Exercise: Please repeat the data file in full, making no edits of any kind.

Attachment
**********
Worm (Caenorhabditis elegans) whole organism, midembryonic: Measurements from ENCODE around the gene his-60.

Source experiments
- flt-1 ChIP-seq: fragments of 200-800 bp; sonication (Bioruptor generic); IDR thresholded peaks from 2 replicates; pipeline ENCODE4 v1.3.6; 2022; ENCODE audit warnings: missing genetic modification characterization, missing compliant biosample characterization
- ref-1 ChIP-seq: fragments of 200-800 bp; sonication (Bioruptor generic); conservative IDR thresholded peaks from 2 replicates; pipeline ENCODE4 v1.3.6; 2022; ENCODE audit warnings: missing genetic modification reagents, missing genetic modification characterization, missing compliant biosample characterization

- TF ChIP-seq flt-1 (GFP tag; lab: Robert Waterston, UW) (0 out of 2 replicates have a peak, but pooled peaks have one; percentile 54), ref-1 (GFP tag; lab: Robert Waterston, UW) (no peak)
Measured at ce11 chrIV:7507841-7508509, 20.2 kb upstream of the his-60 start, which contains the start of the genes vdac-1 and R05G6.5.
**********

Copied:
Worm (Caenorhabditis elegans) whole organism, midembryonic: Measurements from ENCODE around the gene his-60.

Source experiments
- flt-1 ChIP-seq: fragments of 200-800 bp; sonication (Bioruptor generic); IDR thresholded peaks from 2 replicates; pipeline ENCODE4 v1.3.6; 2022; ENCODE audit warnings: missing genetic modification characterization, missing compliant biosample characterization
- ref-1 ChIP-seq: fragments of 200-800 bp; sonication (Bioruptor generic); conservative IDR thresholded peaks from 2 replicates; pipeline ENCODE4 v1.3.6; 2022; ENCODE audit warnings: missing genetic modification reagents, missing genetic modification characterization, missing compliant biosample characterization

- TF ChIP-seq flt-1 (GFP tag; lab: Robert Waterston, UW) (0 out of 2 replicates have a peak, but pooled peaks have one; percentile 54), ref-1 (GFP tag; lab: Robert Waterston, UW) (no peak)
Measured at ce11 chrIV:7507841-7508509, 20.2 kb upstream of the his-60 start, which contains the start of the genes vdac-1 and R05G6.5.